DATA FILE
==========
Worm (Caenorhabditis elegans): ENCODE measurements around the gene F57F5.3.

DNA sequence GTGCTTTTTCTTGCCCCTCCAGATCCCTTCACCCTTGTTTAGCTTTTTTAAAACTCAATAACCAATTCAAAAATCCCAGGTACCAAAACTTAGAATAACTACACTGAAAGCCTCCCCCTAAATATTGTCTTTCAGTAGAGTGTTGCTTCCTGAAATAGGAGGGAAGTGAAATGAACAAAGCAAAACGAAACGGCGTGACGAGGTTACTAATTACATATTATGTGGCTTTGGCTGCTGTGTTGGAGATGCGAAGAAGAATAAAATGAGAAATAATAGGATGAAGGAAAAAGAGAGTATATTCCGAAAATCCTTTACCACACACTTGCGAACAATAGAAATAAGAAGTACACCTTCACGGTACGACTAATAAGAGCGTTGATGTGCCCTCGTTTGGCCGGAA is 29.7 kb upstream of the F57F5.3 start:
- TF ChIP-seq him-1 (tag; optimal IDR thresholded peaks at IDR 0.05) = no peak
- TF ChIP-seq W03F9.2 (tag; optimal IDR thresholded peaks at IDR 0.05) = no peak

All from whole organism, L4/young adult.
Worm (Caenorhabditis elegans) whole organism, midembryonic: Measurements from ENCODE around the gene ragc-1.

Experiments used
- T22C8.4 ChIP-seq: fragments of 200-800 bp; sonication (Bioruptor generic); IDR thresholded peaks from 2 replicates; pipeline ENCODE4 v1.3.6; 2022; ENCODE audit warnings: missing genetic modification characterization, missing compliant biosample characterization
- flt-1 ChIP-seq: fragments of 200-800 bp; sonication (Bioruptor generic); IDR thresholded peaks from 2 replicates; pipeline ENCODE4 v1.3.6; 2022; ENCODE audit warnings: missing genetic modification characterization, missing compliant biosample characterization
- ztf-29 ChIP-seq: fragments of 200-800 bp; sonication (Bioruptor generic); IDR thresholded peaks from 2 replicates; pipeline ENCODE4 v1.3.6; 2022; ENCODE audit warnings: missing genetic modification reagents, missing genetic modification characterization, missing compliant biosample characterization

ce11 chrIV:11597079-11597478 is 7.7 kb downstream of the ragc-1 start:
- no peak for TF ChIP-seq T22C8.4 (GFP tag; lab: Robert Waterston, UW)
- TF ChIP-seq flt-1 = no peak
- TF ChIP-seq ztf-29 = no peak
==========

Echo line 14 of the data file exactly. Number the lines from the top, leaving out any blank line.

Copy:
- TF ChIP-seq ztf-29 = no peak